// Handle removed users
    foreach (User user in removedUsers)
        RemoveRemotePlayer((SFSUser) user);

When we receive this notification we execute two simple tasks:

When adding new users we need to know at which coordinates we should position the avatar model. This information is provided via a new property added to the User class, called AoiEntryPoint, of type Vec3D.

» Player movement

Similarly to the Object Movement tutorial, we are going to update our player movement via the FixedUpdate() method:

void FixedUpdate() {
    if (sfs != null) {
        // If we spawned a local player, send position if movement is dirty

         * NOTE: We have commented the UserVariable relative to the Y Axis because in this example the Y position is fixed (Y = 1.0).
         * In case your game allows moving on all axis you should transmit all positions.
         * On the server side the UserVariable event is captured and the coordinates are also passed to the MMOApi.SetUserPosition(...) method to update our position in the Room's map.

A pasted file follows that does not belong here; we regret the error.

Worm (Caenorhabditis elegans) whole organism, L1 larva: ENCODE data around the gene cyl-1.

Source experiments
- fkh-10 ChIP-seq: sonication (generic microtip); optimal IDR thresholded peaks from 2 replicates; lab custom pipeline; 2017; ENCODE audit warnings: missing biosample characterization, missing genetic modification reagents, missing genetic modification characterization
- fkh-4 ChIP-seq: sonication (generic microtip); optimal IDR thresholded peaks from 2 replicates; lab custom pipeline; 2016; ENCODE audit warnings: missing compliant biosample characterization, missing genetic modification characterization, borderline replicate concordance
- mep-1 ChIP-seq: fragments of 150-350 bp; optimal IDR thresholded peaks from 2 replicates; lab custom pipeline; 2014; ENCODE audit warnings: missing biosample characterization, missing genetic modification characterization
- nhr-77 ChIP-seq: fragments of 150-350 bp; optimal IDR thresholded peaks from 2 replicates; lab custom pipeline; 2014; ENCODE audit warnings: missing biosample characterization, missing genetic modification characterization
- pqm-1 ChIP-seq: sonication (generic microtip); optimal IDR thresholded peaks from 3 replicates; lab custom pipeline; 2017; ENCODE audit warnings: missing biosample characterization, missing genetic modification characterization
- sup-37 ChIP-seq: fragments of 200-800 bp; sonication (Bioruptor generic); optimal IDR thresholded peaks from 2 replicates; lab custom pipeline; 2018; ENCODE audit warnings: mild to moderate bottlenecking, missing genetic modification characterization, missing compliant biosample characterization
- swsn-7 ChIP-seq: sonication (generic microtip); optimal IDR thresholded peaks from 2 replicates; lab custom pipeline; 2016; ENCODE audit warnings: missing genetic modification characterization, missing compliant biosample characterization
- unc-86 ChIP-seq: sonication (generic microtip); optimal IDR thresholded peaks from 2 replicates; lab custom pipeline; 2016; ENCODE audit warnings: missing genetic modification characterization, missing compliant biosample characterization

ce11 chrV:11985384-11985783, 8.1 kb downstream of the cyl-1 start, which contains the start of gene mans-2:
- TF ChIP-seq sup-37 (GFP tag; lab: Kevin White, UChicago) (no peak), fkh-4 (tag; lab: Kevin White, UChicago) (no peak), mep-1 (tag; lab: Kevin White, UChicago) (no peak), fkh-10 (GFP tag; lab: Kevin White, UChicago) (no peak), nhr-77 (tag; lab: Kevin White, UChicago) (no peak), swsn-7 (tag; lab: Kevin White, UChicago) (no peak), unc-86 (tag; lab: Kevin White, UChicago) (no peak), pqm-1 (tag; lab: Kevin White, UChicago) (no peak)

* This in turn will keep us in synch with all the other players within our Area of Interest (AoI).
        if (localPlayer != null && localPlayerController != null && localPlayerController.MovementDirty) {
            List userVariables = new List();
            userVariables.Add(new SFSUserVariable("x", (double)localPlayer.transform.position.x));
            //userVariables.Add(new SFSUserVariable("y", (double)localPlayer.transform.position.y));
            userVariables.Add(new SFSUserVariable("z", (double)localPlayer.transform.position.z));
            userVariables.Add(new SFSUserVariable("rot", (double)localPlayer.transform.rotation.eulerAngles.y));
            sfs.Send(new SetUserVariablesRequest(userVariables));
            localPlayerController.MovementDirty = false;

On every iteration of this method we are going to check the MovementDirty flag in our localPlayerController object and send a User Variable update with the position and rotation of our Avatar.

It is important to point out that this approach is good for local testing but it's not optimized for online playing. This way we will be sending too many updates per second, quickly saturating the internet connection. It is beyond the scope of this example to go in the details of how to optimize the message rate. If you want to learn more please check the next tutorials.